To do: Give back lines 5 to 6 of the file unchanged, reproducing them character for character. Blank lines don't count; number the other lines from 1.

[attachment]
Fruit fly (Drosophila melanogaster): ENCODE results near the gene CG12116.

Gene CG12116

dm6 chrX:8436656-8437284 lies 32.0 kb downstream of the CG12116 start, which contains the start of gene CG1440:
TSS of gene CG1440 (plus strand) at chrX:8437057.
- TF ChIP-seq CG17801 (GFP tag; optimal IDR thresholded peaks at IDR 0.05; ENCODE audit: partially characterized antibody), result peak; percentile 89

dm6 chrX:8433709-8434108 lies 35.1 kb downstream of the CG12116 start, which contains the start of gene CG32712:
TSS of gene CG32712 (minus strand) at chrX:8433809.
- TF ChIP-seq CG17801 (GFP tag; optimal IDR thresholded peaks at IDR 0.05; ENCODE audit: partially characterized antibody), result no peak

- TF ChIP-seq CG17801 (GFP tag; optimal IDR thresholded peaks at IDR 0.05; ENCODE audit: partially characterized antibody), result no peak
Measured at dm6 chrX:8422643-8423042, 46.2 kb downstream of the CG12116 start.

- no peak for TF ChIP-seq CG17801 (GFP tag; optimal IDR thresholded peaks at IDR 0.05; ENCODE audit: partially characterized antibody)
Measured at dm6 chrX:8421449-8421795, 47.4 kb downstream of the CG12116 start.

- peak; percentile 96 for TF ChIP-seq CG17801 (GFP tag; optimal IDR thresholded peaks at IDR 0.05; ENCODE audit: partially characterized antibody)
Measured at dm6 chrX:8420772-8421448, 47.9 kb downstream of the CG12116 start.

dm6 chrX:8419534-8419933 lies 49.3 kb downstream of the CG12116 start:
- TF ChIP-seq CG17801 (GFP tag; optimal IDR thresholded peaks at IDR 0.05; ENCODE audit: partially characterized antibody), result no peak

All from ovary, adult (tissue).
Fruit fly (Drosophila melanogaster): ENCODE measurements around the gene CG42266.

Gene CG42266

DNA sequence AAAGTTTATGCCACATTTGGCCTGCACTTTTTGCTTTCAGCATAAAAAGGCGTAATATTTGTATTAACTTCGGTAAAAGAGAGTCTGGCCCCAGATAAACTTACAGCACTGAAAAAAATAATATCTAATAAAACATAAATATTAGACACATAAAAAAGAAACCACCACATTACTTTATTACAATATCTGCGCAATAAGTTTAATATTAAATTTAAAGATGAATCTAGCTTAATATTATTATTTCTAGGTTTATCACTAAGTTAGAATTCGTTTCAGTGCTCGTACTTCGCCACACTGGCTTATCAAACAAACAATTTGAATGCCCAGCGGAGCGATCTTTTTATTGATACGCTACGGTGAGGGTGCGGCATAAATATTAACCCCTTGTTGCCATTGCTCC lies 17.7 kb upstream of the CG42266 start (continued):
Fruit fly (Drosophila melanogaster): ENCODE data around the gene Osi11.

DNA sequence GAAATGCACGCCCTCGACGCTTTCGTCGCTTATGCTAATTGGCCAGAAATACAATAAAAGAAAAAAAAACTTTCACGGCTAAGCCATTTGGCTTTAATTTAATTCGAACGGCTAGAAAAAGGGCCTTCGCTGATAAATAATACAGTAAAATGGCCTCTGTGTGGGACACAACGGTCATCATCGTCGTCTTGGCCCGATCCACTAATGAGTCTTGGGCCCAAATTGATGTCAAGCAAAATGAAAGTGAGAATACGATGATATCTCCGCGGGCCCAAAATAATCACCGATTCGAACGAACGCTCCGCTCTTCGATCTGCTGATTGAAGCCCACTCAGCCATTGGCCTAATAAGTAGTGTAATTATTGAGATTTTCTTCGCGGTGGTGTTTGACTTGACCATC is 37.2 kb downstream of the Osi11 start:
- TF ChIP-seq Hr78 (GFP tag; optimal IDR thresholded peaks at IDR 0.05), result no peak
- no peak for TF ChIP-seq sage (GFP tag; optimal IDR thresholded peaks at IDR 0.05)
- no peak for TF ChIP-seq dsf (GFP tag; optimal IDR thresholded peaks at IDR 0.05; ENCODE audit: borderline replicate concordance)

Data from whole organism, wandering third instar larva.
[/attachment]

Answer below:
- TF ChIP-seq CG17801 (GFP tag; optimal IDR thresholded peaks at IDR 0.05; ENCODE audit: partially characterized antibody), result peak; percentile 89

dm6 chrX:8433709-8434108 lies 35.1 kb downstream of the CG12116 start, which contains the start of gene CG32712: